In the case Sterns Produce Company v. NLRB, the D.C. Circuit Court reversed a decision from the National Labor Relations Board (NLRB) and rejected the NLRB’s reasoning that a company had engaged in unlawful surveillance simply by directing a driver to uncover his onboard camera. The court found that the NLRB lacked “substantial evidence” to support its decision and stated that determination of whether the NLRB can satisfy its burden depends on “whether on this record it would have been possible for a reasonable jury to reach the Board’s conclusion.” Specifically, the court said that the employee’s status as a known union organizer “cannot automatically render suspect any interaction between him and management in perpetuity.” The court also observed that a company’s opposition to unions, by itself, is insufficient to establish illegal motivation for any particular decision. Instead, there must be something more to connect the employer’s animus to an adverse action. The Sterns Produce decision comes as the most recent of several employer-friendly NLRB appeals to federal court, and specifically concerning employee surveillance.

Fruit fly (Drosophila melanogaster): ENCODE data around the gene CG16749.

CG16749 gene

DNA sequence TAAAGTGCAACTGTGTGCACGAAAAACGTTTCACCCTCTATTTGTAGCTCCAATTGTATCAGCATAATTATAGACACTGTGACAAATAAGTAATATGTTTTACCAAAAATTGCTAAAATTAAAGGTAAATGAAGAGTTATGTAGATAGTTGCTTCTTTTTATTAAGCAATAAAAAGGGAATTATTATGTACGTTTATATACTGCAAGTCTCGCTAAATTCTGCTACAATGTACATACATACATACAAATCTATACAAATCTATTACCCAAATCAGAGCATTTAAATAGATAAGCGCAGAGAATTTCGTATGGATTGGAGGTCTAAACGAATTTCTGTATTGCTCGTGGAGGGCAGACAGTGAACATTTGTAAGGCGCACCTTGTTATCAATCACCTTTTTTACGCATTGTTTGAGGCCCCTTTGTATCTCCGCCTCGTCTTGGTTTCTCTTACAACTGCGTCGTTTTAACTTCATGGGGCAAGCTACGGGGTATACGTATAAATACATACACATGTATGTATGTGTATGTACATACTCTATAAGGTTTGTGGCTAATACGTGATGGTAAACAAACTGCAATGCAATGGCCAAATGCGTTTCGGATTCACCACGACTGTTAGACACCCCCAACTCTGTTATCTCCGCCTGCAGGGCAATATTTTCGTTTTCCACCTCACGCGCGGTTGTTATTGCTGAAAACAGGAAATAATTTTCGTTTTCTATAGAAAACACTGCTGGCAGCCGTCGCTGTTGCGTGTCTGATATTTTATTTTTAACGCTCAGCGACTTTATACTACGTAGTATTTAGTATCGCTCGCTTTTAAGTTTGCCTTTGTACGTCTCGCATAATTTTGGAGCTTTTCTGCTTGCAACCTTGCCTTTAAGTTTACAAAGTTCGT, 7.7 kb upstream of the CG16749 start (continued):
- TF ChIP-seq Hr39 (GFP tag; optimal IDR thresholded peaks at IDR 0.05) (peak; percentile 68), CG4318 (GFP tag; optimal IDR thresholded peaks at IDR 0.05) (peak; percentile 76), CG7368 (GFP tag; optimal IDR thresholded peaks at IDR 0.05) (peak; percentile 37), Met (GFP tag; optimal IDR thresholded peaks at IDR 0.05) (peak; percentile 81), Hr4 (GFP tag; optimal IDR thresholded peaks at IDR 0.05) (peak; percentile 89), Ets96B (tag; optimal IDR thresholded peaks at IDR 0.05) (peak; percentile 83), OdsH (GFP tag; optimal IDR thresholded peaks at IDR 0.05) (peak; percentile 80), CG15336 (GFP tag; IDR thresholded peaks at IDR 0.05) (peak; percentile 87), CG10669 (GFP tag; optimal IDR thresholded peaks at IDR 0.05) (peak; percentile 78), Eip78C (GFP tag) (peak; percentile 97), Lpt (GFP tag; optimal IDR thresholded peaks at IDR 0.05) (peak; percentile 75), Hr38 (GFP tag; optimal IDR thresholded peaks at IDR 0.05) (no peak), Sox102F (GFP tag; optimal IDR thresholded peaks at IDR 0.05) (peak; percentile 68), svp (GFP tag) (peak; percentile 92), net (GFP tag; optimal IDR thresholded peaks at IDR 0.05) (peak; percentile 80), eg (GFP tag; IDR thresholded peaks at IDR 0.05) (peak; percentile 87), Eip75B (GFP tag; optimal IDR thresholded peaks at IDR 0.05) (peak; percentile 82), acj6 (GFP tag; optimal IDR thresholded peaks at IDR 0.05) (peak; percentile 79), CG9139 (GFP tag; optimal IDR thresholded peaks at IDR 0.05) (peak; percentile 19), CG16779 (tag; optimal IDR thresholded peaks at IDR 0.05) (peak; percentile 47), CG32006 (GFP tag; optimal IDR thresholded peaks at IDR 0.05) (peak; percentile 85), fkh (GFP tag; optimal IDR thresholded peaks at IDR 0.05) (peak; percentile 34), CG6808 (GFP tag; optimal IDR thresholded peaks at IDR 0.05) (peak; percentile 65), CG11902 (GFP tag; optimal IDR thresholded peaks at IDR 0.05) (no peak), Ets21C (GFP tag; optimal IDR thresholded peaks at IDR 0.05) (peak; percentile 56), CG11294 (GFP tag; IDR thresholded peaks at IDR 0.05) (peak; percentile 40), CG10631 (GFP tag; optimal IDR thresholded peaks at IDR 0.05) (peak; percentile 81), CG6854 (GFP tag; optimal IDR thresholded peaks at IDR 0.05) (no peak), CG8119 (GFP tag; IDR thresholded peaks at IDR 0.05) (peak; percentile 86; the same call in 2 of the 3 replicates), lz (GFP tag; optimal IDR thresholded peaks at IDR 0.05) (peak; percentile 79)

Florida: Changes to Working Hours for Minor Employees

Under Florida’s HB 49, several significant changes to the working conditions and hours for minor employees are set to take effect on July 1, 2024. Specifically, 16 and 17-year-olds will be permitted to work more than 30 hours a week while school is in session with a waiver from parents, legal guardians, and/or school superintendents, and will be permitted to work shifts exceeding eight hours on Sundays and holidays regardless of whether school is in session the following day. Under the amended law, 16 and 17-years-olds who work eight hours or more per day must receive at least a 30-minute lunch break after four hours worked. Finally, homeschooled and virtual schooled 16 and 17-year-olds will be permitted to work without any of the hour limitations Florida places on minors including during the normal school day. Importantly, these changes do not apply to 14 or 15-year-old minor employees, who continue to be subject to restrictions on the types of duties performed and hours worked. In addition to changes to the laws governing minor’s working hours, Florida also amended the restrictions on what age an individual must be to work in Florida’s adult entertainment industry. Also effective July 1, 2024, the minimum age permitted to work in an adult entertainment establishment is 21-years old (previously 18). This includes bookstores, theatres, special cabarets, and unlicensed massage establishments.